Marketing's love-hate relationship with metrics

Jerry Rackley

By Jerry Rackley

Gone are the days when a marketing executive could report in vague terms to the CEO about things like brand equity, saying, “it’s at an all time high!” Right. And you know this how? “Show me the data” says the wise CEO. Measurements really matter. Lord Kelvin’s quote has oft been paraphrased, “if you can’t measure it, you can’t measure it.” This is truth, but at the same time, it’s not the whole picture. We marketers love metrics for what it they tell us, but if we're honest, we get a little nervous about being held accountable to them.

At a marketing advisory firm with the name “Demand Metric”, you would think measurements are considered important, and they are. Yet, there is some sanity needed in the measurements discussion, at least where marketing is concerned. As with many things in business and life, there is a spectrum when it comes to measuring marketing, and the place to live on this spectrum is somewhere in the middle, not at either end. But first, we have to know what the end-points look like.

At one end of this spectrum, we have a frantic urge to measure anything and everything possible about the work of marketing. This isn’t healthy, because what often results is a fixation on that which is easy to measure, not that which is necessarily meaningful. Albert Einstein, whose genius no one questions, said this: “everything that can be counted does not necessarily count; everything that counts cannot necessarily be counted.” Well said. Who am I to argue? If your marketing metrics dashboard has 29 “key” marketing metrics on it, you might be living on this end of the spectrum.

On the other end of the spectrum is the point where nothing gets measured. It’s a place where marketing operates on feelings and instinct. I believe that both feelings and instincts have a place in the lexicon of marketing leadership, but in the absence of some metrics, they can lead you to places you never intended to go. This metrics vacuum is like driving a car with no dashboard – you’re never really certain how fast you’re going, how much fuel you have left or if that “Check Engine” light is on. Without a set of indicators, you can start well but finish poorly, or never finish at all.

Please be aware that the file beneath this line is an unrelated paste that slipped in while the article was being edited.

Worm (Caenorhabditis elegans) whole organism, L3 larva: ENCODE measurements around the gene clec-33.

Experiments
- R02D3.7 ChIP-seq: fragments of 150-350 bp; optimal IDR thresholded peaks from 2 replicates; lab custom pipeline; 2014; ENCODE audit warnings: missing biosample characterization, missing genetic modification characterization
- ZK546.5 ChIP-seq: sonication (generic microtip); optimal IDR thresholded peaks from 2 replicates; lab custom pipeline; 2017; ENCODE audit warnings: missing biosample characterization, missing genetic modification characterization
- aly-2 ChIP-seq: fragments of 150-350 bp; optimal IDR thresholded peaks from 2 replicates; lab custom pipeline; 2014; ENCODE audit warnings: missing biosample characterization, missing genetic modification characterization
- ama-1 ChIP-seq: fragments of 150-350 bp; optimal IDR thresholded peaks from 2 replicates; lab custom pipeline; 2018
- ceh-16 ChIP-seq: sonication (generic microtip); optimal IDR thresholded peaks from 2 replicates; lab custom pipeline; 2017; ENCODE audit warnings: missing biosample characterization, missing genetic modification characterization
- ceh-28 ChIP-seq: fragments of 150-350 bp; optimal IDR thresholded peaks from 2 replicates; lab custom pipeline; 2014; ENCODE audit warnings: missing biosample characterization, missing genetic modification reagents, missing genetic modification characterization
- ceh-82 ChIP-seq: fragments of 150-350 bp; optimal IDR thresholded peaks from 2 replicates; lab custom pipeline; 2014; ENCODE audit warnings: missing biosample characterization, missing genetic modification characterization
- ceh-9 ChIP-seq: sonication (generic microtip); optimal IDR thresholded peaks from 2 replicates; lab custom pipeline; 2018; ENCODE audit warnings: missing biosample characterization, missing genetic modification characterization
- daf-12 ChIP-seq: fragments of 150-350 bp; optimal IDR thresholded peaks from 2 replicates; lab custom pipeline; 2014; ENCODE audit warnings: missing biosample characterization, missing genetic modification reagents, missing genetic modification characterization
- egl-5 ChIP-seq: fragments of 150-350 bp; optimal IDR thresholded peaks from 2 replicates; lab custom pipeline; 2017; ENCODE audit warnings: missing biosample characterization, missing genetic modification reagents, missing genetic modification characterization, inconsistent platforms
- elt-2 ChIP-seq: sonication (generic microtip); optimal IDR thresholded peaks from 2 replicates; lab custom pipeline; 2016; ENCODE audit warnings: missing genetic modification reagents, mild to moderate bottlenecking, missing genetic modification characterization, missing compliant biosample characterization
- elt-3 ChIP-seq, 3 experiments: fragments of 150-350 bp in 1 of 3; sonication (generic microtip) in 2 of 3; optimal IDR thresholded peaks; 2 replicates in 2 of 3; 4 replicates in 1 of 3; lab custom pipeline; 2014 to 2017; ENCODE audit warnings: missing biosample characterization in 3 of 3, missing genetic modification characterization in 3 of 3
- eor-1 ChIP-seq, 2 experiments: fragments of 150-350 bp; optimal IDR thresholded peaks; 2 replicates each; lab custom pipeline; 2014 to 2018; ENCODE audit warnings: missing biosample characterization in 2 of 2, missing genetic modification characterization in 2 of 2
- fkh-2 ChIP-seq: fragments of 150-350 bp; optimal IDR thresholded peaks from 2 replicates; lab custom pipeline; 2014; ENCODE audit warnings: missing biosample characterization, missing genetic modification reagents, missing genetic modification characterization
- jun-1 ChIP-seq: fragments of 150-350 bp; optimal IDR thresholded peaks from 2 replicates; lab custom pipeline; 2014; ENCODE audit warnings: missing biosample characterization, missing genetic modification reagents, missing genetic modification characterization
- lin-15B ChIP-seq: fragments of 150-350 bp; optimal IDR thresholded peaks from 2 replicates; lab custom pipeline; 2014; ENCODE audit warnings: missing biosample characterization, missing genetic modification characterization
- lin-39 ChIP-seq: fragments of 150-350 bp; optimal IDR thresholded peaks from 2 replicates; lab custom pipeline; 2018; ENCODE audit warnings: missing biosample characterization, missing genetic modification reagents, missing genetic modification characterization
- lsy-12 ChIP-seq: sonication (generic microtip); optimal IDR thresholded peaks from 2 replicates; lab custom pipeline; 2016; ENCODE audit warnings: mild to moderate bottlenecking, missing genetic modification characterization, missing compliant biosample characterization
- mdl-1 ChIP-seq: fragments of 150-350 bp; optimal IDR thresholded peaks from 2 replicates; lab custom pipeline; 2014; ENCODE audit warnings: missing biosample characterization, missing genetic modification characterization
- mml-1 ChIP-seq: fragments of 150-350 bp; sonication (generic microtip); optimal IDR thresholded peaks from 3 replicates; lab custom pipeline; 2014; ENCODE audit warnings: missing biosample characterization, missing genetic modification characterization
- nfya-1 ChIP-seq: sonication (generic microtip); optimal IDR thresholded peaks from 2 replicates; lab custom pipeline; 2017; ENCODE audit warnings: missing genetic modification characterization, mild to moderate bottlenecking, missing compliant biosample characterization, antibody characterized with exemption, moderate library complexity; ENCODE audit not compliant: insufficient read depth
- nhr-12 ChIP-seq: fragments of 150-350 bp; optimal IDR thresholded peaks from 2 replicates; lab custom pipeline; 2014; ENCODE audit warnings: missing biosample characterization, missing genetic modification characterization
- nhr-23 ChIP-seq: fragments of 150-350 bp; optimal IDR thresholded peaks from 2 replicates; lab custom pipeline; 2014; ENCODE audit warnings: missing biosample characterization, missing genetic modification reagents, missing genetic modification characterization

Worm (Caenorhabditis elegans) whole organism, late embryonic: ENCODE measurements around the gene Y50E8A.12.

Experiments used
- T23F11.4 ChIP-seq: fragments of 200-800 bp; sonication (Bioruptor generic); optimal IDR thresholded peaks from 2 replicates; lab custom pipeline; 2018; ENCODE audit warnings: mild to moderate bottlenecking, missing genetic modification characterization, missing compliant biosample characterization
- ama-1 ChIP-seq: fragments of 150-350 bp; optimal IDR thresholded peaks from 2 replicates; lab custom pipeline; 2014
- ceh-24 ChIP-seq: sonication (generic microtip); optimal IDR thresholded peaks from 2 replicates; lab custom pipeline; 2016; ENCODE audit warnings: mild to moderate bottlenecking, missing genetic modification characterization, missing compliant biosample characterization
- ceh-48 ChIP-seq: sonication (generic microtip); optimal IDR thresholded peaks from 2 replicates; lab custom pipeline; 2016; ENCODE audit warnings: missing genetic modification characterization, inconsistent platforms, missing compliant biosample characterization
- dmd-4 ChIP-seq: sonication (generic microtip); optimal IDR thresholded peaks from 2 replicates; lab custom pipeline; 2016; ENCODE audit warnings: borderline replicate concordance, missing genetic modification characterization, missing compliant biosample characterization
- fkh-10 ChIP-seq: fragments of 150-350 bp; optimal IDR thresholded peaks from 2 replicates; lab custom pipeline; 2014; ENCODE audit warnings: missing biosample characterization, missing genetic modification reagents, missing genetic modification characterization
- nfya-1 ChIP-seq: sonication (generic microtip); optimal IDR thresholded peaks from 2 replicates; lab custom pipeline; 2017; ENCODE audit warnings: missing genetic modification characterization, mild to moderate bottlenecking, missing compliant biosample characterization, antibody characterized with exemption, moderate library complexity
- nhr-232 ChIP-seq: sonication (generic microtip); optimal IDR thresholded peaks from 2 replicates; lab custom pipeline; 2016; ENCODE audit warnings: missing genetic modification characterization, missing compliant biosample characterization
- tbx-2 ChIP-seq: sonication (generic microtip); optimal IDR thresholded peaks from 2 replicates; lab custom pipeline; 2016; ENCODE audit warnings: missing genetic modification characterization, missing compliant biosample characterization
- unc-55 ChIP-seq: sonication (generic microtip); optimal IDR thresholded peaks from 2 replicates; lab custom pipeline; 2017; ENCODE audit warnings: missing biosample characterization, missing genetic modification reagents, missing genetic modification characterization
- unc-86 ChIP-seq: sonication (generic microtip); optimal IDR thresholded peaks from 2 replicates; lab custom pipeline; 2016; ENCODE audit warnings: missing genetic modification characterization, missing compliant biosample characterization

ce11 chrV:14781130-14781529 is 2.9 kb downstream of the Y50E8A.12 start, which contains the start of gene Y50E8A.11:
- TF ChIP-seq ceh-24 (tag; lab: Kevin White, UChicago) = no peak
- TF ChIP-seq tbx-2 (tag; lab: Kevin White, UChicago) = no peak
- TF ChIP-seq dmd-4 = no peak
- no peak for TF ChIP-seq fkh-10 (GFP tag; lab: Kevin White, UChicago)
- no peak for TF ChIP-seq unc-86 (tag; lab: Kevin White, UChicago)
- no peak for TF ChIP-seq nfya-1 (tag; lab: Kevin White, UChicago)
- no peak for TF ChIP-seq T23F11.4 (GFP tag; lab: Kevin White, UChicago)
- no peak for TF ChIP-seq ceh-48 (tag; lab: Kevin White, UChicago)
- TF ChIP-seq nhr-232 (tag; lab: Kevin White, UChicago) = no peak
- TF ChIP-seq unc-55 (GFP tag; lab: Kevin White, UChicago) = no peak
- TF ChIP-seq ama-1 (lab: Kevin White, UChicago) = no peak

So where on this spectrum should marketing live? It will come as no surprise that the answer is not the same for everyone, but there are some principles that will help you find your marketing metrics happy place.

  1. Start with objectives. You can’t just randomly pick out a set of metrics and go with them. Business objectives, not marketing objectives, should drive metrics selection. To not consider business objectives first is to put the cart before the horse.
  2. Select metrics that someone besides marketing cares about. As marketers, we’re often guilty of using jargon and speaking in terms that only marketers care about. Perhaps we are zealous guardians of the corporate brand, growing and nurturing its brand equity. However, how can you measure that, and how can you help the CEO understand the connection to revenue, profit or other metrics the CEO cares about?
  3. ROI is a good metric, but not always appropriate. To listen to some marketing pundits talk, ROI sounds like the holy grail of marketing metrics. It’s great when it makes sense, but it doesn’t always. When a sales process is pretty simple, it’s relatively easy to track the revenue that comes from a marketing campaign, and then calculate the ROI. But many sales processes, particularly in the B2B world, are long, convoluted and complex. It’s hard to tell which of the many tactics deployed over the course of an 18-month sales cycle influenced the purchase. Use ROI when it makes sense, but recognize that quite often, it won’t.

So how can you find out where on this spectrum you should live? There are some excellent resources to help you, both in the Demand Metric library and through some of our partners:

The value of picking the right metrics is realized in two important areas. The marketing team not only understands how it’s doing, but has the evidence to prove it. This proof creates the second, and more important benefit: credibility. Until the CMO can provide evidence of marketing’s impact through the right measurements, it will lack credibility. This credibility gap will keep the CMO from being a full-fledged member of the C-suite.


Enhanced by Zemanta